Bill Hanlon: As part of highlighting the health needs of remote communities, I have recently completed the last of the 7 Summits (click to enlarge)
Friendly tribe posing with Bill Hanlon in 2009. This weekend Dana warriors from a distant region terrorized western climbers in Illaga.
Image by Bill Hanlon courtesy Bill Hanlon
Bill at work (click to enlarge)
We always consult and engage the local community in planning, development an maintenance of each project. (click to enlarge)
Dongsheng Liu and Bill Hanlon eating their way through calories with their guide Eric Larsen in Punta Arenas. Live image courtesy of Eric/ ericlarsenexplore.com (click to enlarge)
ExWeb interview with Bill Hanlon, highlighting the health needs of remote communities

Posted: Nov 10, 2009 06:12 am EST
Bill Hanlon is Founder and Medical Director of Basic Health International (BHI) Foundation and one of the Everest summiteers who will challenge themselves on skis this season.

He does all these extreme adventures to promote this Foundation whose aim is to promote and develop public health and primary health care projects in remote and high altitude communities.

Bill spoke to ExWebs Correne Coetzer about BHI and shared his thoughts about skiing to the South Pole. <cutoff>

<i><b>ExplorersWeb:</b> When and why was the Basic Health International Foundation founded?</i>

<b>Bill:</b> The foundation was set up in 2003 to promote and develop public health and primary health care projects in remote and high altitude communities. We focus on simple, cost effective, sustainable and culturally acceptable solutions to improve the health of people living in such remote communities.

<i><b>ExplorersWeb:</b> In practice, what do you do?</i>

<b>Bill:</b> Our projects vary from improved nutrition strategies and TB eradication in Tibet, to palliative care among HIV patients in Ethiopia, to satellite supported telemedicine in Peru.

<i><b>ExplorersWeb:</b> Where do you run your current projects/programs?</i>

<b>Bill:</b> Tibet, Nepal, Ladakh, Mongolia, Ethiopia, Peru and Honduras and upcoming projects in Afghanistan and West Papua.

<i><b>ExplorersWeb:</b> What are the difficulties that you encounter in your work in these remote areas?</i>

<b>Bill:</b> Access, as result of political and geographical reasons. Some areas are difficult to access in wintertime because of weather and remoteness. Local people are very receptive to our presence.

<i><b>ExplorersWeb:</b> Who is your foundation team?</i>

<b>Bill:</b> We comprise of a group of health professionals including doctors, nurses, nutritionists, health educators, pharmacists and physiotherapists.

<i><b>ExplorersWeb:</b> How do you involve the local people in your foundations activities?</i>

<b>Bill:</b> We always consult and engage the local community in planning, development an maintenance of each project. Each project is based on the needs of each individual community.

<i><b>ExplorersWeb:</b> Where are you based?</i>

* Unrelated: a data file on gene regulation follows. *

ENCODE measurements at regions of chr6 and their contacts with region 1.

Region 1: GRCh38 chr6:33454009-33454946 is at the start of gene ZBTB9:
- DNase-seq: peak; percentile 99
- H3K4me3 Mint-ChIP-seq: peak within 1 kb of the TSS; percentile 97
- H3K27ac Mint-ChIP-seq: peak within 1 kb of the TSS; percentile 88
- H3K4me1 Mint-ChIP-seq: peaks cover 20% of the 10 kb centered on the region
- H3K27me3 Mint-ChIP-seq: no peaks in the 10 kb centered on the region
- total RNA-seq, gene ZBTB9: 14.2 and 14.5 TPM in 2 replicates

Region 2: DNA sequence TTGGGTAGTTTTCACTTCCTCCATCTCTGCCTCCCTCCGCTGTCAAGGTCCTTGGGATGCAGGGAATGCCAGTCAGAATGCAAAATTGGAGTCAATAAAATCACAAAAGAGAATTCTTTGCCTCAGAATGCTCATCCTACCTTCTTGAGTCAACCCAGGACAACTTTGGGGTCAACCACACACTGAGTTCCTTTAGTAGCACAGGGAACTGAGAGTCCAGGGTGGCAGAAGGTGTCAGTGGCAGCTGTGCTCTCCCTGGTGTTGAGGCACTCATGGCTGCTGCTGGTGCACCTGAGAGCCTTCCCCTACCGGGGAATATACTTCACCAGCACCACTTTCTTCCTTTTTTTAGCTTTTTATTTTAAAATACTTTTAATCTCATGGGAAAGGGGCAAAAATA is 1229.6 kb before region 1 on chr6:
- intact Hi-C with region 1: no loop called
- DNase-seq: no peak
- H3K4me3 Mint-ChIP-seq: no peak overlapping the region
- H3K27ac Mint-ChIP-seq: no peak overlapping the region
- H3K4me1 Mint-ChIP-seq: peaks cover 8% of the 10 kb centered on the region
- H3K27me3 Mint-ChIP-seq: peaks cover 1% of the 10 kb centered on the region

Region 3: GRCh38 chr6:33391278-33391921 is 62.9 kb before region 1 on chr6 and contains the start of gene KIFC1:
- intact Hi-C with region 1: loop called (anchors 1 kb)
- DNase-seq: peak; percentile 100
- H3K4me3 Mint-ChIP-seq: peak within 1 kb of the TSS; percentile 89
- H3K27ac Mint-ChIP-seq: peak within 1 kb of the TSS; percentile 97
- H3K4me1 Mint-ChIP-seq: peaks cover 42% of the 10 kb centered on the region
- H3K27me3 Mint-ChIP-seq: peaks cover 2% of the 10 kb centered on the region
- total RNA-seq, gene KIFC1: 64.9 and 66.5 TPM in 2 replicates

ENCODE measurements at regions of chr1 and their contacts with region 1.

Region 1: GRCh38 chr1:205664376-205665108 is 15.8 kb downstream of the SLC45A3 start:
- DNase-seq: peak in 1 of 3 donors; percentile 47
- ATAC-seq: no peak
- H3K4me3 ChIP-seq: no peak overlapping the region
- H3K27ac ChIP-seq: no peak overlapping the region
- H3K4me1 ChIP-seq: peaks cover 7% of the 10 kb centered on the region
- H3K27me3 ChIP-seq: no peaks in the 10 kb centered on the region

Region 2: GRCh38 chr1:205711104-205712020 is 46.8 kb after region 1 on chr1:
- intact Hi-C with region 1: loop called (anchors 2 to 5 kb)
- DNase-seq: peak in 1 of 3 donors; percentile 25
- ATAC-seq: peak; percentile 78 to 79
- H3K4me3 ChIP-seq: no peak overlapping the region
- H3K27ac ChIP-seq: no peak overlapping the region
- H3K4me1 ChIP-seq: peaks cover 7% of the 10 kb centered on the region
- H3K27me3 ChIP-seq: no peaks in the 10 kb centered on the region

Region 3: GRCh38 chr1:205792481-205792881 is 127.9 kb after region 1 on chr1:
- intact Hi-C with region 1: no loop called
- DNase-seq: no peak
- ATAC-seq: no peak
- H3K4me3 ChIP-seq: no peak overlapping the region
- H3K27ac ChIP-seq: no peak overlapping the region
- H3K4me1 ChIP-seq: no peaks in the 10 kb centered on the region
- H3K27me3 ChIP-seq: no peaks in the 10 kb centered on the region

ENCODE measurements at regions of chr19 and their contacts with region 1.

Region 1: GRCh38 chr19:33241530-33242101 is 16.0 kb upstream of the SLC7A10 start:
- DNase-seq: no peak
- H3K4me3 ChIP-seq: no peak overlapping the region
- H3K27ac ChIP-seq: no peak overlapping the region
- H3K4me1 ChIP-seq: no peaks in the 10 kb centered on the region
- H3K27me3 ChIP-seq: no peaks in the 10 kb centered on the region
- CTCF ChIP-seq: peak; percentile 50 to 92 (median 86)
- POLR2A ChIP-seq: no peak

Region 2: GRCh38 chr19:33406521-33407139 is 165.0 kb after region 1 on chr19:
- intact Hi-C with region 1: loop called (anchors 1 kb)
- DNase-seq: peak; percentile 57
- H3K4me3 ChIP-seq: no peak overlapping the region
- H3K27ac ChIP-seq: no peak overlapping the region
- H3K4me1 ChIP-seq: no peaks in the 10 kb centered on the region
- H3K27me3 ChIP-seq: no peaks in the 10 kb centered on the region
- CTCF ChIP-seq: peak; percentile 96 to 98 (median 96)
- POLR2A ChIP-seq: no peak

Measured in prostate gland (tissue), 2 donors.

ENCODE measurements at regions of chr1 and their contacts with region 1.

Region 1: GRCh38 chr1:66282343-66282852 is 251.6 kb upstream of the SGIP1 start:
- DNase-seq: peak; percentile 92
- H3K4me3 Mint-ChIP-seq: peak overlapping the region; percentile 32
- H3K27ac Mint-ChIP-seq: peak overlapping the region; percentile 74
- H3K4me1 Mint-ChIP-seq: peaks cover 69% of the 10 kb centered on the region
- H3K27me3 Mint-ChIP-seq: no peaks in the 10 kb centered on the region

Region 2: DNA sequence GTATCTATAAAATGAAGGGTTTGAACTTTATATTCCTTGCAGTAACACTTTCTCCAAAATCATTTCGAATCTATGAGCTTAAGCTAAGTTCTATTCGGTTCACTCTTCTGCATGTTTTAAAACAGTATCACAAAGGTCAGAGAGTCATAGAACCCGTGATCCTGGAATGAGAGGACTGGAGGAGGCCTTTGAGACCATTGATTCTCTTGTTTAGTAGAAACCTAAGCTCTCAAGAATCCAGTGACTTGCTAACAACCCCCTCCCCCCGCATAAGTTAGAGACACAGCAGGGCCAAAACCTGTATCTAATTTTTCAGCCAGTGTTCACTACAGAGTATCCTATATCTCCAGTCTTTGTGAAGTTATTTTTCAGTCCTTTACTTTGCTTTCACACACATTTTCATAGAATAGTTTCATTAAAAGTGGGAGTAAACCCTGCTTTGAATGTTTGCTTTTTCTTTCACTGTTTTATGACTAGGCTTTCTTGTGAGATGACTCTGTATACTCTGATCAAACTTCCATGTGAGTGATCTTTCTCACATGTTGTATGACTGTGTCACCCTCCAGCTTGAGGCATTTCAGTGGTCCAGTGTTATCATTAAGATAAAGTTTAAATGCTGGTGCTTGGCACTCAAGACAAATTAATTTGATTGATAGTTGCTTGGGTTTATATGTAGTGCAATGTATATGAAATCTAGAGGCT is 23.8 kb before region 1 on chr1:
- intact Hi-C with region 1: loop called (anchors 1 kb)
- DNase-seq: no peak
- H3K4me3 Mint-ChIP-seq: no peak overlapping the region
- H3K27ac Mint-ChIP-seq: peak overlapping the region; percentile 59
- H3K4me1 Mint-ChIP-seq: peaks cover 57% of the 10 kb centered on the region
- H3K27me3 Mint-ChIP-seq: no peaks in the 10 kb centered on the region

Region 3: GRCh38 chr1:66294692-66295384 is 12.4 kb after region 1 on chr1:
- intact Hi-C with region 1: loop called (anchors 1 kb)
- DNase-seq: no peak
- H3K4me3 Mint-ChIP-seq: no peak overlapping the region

<b>Bill:</b> We are based in western Canada.

<i><b>ExplorersWeb:</b> How have you highlighted the work of the foundation through your expeditions?</i>

As part of highlighting the health needs of remote communities, I have recently completed the last of the 7 Summits, reaching the summit of Carstenz on October 16, 2009 (Everest in
2007). As extension of this project, I am joining this 3 person HI to SP ski expedition in Nov 2009 (ANI/Eric Larsen).

<i><b>ExplorersWeb:</b> How can someone who is interested in this health foundation get involved?</i>

<b>Bill:</b> Financial donations can be made online at <a target="_new" class="linkstylenews" href="http://www.basichealthinternational.org/doku.php?id=donations">www.basichealthinternational.org</a>. People with specific skills can email to info at basichealthinternational dot org.

<i><b>ExplorersWeb:</b> You are an accomplished mountaineer. Skiing to the South Pole is quite different. How is your mindset different, and the same, as before a mountain expedition?</i>

<b>Bill:</b> I am looking forward to the new challenge of more extensive polar travel. Our medical work emphasizes improvisations and working with limited resources. This trip will parallel many similar issues.

I am looking forward to observing the physical and mental challenges that go along with such an expedition as well as group dynamics. Interesting to observe the varying strengths and weaknesses of each team member at different stages of the expedition.

The overall strength of the group often carries us all through those rough patches. Extensive periods of polar travel highlight these issues more.

<i><b>ExplorersWeb:</b> What do you think will be the biggest difference between the mountains and the Poles?</i>

<b>Bill:</b> More remote, less access to rescue, more extreme weather for longer periods.

<i><b>ExplorersWeb:</b> When times go tough on the ice, what will help you through?</i>

<b>Bill:</b> Stubbornness, feisty Irish roots, team player, music

<i>Dr. William (Bill) Hanlon, Founder and Medical Director of Basic Health International Foundation and Seven Summit summiteer will be part of Eric Larsens ANI/ALE Hercules Inlet ski team to the South Pole (1130 km). The third member of the team is Dongsheng Liu. All three resides in Canada. They will be resupplied on Antarctica.

Bill was born in 1954 and lives single in Cochrane (west of Calgary) in Alberta Canada. He does International Medical Volunteer work, Travel and Tropical Medicine and Family Practice. His special interests are adventure travel, expedition and high altitude medicine, international health, migrant and refugee health and medical volunteer work.

As hobbies Bill explorers mountains and enjoys kayaking. His favorite book is Beauty by John ODonoghue, favorite movie, Once and he likes Tortier a French-Canadian dish. On his music player will be works of Bach and Celtic music.</i>

#Polar #interview